6. in accordance with: in agreement or harmony with e.g. Students will be criticized or punished if their behavior is not in accordance with school regulations. Some young people are self-centered, which is not in accordance with Chinese traditional values. act in accordance with the rules 根据条例行事
7.elderly: (adj. & n. )(of) people rather old; past middle age e.g. adj. to be getting elderly 年纪渐老 He was rather elderly with grey hair and clear blue eyes. Traveling at 97 km/h (60mph), an elderly driver may miss the information he or she needs or may act on the wrong information. Most of the residents in the old district are the elderly as their offspring have moved to new residential areas.
8.evidently: obviously; it appears that e.g. Evidently our living conditions are much better than before. He was evidently upset when he learned that he failed in the final examination. The stranger approached the microphone, evidently intending to speak.
9.mild: (of people or their manner) gentle and kind; not severe or harsh e.g. Peter is a mild man, never getting angry easily. She has inherited my husband’s milder nature, I’m glad to say. The weather is mild today ； it is neither hot nor cold. He has too mild a nature to get angry, even if he has good cause. a mild cheese 味不足的奶酪.
10.spicy: exciting, esp. because of being slightly indecent; containing or tasting like spice e.g. You can often read spicy stories about film stars in the local newspapers. People from Sichuan province like to eat spicy food. spicy criticism 辛辣的批评 a spicy magazine 淫秽下流的杂志
11.something of: to some degree e.g. It’s something of a disadvantage nowadays if you can’t use a computer. They haven’t got a loan from the bank, which is something of disappointment. 12.instinct: a tendency that one is born with to behave in a certain way without reasoning or training e.g. It is the mother’s instinct to protect her children.
He always knew what time it was, as if by instinct. I knew by instinct that he had come to deliver bad news. Birds learn to fly by instinct. Trust your instincts and do what you think is right. Other usages: act on instinct 凭直觉行动 by instinct 出于本能 have an instinct for 生来就有... 的本能, 生性爱好, instinct with 充满着...; 受... 的鼓舞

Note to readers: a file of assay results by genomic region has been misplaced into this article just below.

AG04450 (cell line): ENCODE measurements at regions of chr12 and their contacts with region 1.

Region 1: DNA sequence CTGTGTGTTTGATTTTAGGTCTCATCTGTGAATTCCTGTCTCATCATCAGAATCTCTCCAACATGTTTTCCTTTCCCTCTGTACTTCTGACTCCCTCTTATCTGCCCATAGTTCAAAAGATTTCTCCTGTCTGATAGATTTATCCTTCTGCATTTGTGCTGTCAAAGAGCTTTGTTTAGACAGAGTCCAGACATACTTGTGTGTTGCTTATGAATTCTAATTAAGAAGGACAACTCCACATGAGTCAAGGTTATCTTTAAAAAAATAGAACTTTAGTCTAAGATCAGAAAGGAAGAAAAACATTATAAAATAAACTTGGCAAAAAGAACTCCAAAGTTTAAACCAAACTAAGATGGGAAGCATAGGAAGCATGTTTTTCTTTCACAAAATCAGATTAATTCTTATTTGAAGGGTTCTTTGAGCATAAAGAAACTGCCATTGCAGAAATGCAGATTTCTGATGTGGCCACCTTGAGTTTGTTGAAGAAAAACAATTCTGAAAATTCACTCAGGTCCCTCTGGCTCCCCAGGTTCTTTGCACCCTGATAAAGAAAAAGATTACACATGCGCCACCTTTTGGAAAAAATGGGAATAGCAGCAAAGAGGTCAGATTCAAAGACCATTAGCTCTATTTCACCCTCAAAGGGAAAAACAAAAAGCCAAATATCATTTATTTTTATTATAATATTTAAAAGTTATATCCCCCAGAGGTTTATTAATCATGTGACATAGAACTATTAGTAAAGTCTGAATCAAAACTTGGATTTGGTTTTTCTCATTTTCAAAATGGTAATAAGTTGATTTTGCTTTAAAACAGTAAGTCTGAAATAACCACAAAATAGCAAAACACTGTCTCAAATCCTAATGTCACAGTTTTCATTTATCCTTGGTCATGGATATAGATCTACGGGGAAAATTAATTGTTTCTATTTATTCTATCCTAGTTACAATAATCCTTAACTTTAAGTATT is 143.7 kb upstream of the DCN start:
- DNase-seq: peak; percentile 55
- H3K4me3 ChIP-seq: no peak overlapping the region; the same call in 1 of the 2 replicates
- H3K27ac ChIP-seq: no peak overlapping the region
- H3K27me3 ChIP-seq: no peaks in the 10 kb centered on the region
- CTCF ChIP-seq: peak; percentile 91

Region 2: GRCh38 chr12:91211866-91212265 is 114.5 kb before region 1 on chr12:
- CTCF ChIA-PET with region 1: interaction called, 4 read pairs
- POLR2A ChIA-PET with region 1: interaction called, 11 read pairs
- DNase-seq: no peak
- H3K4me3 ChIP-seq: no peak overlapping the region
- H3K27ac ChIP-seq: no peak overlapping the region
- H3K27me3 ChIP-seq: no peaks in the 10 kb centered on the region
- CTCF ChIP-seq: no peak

13.clap: strike(the inner surface of one ’ s hands) together ► e.g. The noise of conversation rose, and the teacher clapped her hands for silence. ► The audience clapped enthusiastically as the singer stepped on to the stage. ► The nursery teacher clapped her hands to attract the children's attention. ► When the singer finished, we clapped ► He clapped his son on the back. c.f. applaud c.f. applaud other usages: clap eyes on 看见 other usages: clap eyes on 看见 ► It's many years since I clapped eyes on him.
14.oddly enough: used to say that sth. seems strange or surprising ► e.g. oddly enough = strangely enough ► Children ’ s books, oddly enough, continued to have a big place in retail sales. Oddly enough, some of the students don ’ t know how to log on the internet.
15.sip: drink (sth.), taking a very small amount each time (used in the patterns: sip sth. at/from (sth.)) e.g. Jessica sipped her coffee, listening to the music. He sipped at the glass and then put it down. He sipped at the glass and then put it down. He lifted the water bottle to his lips and sipped. He lifted the water bottle to his lips and sipped.
16.in a way: to a certain extent but not entirely e.g. I agree with you in a way, but there are still some areas on which I can ’ t see eye to eye with you. It ’ s easier for men to get work in a way. c.f. in a big way 大规模地 ; 豪华地 ; 隆重地 in a great way 大规模地 ; 豪华地 ; 隆重地 in a family way 不拘礼节地, 家常随便地 ; 怀 孕 in a general way 一般说来, 大体上 in a good way 昌盛地, 富裕地 in a hundred and one ways 千方百计地